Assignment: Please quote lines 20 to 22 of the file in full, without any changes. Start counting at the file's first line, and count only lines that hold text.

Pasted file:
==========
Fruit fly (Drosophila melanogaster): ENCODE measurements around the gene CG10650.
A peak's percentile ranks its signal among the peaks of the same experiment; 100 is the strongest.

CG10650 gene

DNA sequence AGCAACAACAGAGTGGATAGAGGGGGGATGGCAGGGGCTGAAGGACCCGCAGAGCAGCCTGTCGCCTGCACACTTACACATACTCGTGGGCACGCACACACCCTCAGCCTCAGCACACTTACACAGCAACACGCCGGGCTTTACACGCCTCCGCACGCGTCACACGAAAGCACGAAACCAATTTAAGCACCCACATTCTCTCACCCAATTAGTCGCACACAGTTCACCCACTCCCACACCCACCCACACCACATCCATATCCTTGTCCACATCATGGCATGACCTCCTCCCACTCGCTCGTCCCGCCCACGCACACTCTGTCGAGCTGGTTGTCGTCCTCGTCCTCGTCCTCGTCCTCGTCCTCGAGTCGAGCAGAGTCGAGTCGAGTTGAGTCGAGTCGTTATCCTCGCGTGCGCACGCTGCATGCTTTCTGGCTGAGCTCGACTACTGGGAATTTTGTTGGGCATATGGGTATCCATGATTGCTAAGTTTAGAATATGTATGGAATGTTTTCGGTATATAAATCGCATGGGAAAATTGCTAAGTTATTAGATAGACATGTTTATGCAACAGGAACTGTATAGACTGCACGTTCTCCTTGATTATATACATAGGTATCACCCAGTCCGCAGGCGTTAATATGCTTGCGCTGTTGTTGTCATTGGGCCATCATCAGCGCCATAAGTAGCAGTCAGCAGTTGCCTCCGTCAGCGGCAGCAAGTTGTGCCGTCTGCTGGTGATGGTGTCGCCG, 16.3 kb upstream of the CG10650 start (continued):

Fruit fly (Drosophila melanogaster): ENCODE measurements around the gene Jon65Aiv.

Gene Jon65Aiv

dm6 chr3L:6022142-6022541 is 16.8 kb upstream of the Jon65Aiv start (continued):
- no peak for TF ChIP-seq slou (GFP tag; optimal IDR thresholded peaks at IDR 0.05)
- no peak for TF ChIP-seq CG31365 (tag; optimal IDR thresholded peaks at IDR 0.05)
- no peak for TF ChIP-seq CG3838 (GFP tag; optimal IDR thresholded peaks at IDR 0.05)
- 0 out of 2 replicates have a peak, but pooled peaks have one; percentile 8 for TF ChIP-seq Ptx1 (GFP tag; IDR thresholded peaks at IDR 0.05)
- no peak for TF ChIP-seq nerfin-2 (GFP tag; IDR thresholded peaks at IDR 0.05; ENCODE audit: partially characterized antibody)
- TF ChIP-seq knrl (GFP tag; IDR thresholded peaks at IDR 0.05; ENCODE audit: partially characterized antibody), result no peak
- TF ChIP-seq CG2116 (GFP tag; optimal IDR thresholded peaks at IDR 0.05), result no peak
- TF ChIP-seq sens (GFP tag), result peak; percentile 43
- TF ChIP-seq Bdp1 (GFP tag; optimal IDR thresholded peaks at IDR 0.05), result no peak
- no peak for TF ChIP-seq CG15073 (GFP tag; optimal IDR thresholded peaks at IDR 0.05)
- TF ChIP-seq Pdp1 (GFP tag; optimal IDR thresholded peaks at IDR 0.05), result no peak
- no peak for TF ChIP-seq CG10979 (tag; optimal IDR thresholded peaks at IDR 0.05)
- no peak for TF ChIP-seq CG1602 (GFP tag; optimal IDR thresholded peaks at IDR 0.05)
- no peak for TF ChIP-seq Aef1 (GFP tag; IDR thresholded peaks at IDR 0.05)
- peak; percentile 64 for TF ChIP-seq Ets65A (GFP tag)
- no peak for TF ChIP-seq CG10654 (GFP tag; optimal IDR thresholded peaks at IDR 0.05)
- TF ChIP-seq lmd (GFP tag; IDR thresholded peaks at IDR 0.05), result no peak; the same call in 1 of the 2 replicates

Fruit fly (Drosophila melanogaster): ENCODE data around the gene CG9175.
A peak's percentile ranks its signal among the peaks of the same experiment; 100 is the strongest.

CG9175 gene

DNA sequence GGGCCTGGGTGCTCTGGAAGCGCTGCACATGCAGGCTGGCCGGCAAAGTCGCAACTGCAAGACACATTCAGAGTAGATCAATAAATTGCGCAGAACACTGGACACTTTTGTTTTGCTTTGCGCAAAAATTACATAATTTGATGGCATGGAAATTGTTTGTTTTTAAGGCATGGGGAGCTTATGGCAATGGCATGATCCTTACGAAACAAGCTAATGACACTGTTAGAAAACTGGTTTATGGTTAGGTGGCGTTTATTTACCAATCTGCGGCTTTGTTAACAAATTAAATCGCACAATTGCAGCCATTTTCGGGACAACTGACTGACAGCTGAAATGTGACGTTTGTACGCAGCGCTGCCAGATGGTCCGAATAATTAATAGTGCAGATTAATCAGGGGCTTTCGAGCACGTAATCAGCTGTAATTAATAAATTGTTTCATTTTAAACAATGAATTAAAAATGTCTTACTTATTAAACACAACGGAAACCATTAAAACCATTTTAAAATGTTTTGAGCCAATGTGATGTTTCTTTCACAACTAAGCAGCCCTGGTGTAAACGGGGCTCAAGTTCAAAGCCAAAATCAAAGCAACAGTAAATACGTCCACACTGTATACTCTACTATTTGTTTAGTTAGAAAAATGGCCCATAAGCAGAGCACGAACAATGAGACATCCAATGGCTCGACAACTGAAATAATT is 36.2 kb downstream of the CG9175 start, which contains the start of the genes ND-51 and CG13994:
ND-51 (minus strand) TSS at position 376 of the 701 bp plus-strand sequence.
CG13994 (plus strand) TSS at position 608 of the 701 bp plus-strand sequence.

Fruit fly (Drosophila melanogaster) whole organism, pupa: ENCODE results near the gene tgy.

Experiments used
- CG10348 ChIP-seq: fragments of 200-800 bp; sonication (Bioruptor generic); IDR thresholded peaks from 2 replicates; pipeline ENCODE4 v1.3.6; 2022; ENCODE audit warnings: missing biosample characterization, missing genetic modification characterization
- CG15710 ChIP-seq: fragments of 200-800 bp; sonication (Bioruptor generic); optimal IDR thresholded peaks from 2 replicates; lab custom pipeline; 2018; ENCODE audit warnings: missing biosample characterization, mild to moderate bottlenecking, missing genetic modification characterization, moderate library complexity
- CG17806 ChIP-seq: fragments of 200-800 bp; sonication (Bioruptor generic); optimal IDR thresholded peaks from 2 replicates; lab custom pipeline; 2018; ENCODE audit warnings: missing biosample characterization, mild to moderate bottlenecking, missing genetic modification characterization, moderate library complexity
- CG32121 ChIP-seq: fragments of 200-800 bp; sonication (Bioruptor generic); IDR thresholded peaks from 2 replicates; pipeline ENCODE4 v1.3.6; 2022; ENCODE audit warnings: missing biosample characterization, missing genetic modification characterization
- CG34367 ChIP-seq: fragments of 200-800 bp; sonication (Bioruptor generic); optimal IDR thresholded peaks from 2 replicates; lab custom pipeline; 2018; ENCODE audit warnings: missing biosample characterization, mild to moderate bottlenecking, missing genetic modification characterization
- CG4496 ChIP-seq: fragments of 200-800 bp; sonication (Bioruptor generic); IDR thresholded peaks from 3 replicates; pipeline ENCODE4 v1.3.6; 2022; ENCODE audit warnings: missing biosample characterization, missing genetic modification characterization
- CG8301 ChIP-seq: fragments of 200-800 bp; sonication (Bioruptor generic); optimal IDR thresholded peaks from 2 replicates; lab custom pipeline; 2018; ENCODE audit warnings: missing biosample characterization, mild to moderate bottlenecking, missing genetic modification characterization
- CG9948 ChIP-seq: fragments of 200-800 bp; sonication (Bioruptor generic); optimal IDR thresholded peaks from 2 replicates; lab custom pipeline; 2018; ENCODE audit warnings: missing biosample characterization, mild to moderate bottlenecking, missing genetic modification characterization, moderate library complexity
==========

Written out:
- no peak for TF ChIP-seq CG1602 (GFP tag; optimal IDR thresholded peaks at IDR 0.05)
- no peak for TF ChIP-seq Aef1 (GFP tag; IDR thresholded peaks at IDR 0.05)
- peak; percentile 64 for TF ChIP-seq Ets65A (GFP tag)